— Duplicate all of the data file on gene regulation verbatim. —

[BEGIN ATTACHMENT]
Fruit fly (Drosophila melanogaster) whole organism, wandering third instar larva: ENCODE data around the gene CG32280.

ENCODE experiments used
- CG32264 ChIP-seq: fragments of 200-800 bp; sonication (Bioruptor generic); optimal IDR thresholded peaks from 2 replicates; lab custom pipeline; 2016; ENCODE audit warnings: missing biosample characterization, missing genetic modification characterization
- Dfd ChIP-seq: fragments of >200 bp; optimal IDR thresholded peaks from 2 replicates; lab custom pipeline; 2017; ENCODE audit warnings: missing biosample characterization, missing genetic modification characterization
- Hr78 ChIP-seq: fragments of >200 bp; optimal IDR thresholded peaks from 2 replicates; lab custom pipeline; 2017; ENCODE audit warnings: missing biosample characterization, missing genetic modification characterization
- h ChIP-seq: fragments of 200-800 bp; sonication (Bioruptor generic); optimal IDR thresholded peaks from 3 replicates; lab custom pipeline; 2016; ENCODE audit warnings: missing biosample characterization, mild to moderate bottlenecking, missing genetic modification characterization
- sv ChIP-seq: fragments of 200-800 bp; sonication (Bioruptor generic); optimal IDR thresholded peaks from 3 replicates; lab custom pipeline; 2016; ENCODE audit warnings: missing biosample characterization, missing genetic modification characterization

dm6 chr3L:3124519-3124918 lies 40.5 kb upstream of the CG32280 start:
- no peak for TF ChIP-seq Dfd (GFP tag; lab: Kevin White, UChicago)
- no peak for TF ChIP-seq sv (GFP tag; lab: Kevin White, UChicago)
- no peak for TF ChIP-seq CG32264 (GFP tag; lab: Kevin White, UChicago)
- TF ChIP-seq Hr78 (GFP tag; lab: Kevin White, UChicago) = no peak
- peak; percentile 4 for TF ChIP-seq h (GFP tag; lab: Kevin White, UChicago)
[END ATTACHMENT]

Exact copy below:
Fruit fly (Drosophila melanogaster) whole organism, wandering third instar larva: ENCODE data around the gene CG32280.

ENCODE experiments used
- CG32264 ChIP-seq: fragments of 200-800 bp; sonication (Bioruptor generic); optimal IDR thresholded peaks from 2 replicates; lab custom pipeline; 2016; ENCODE audit warnings: missing biosample characterization, missing genetic modification characterization
- Dfd ChIP-seq: fragments of >200 bp; optimal IDR thresholded peaks from 2 replicates; lab custom pipeline; 2017; ENCODE audit warnings: missing biosample characterization, missing genetic modification characterization
- Hr78 ChIP-seq: fragments of >200 bp; optimal IDR thresholded peaks from 2 replicates; lab custom pipeline; 2017; ENCODE audit warnings: missing biosample characterization, missing genetic modification characterization
- h ChIP-seq: fragments of 200-800 bp; sonication (Bioruptor generic); optimal IDR thresholded peaks from 3 replicates; lab custom pipeline; 2016; ENCODE audit warnings: missing biosample characterization, mild to moderate bottlenecking, missing genetic modification characterization
- sv ChIP-seq: fragments of 200-800 bp; sonication (Bioruptor generic); optimal IDR thresholded peaks from 3 replicates; lab custom pipeline; 2016; ENCODE audit warnings: missing biosample characterization, missing genetic modification characterization

dm6 chr3L:3124519-3124918 lies 40.5 kb upstream of the CG32280 start:
- no peak for TF ChIP-seq Dfd (GFP tag; lab: Kevin White, UChicago)
- no peak for TF ChIP-seq sv (GFP tag; lab: Kevin White, UChicago)
- no peak for TF ChIP-seq CG32264 (GFP tag; lab: Kevin White, UChicago)
- TF ChIP-seq Hr78 (GFP tag; lab: Kevin White, UChicago) = no peak
- peak; percentile 4 for TF ChIP-seq h (GFP tag; lab: Kevin White, UChicago)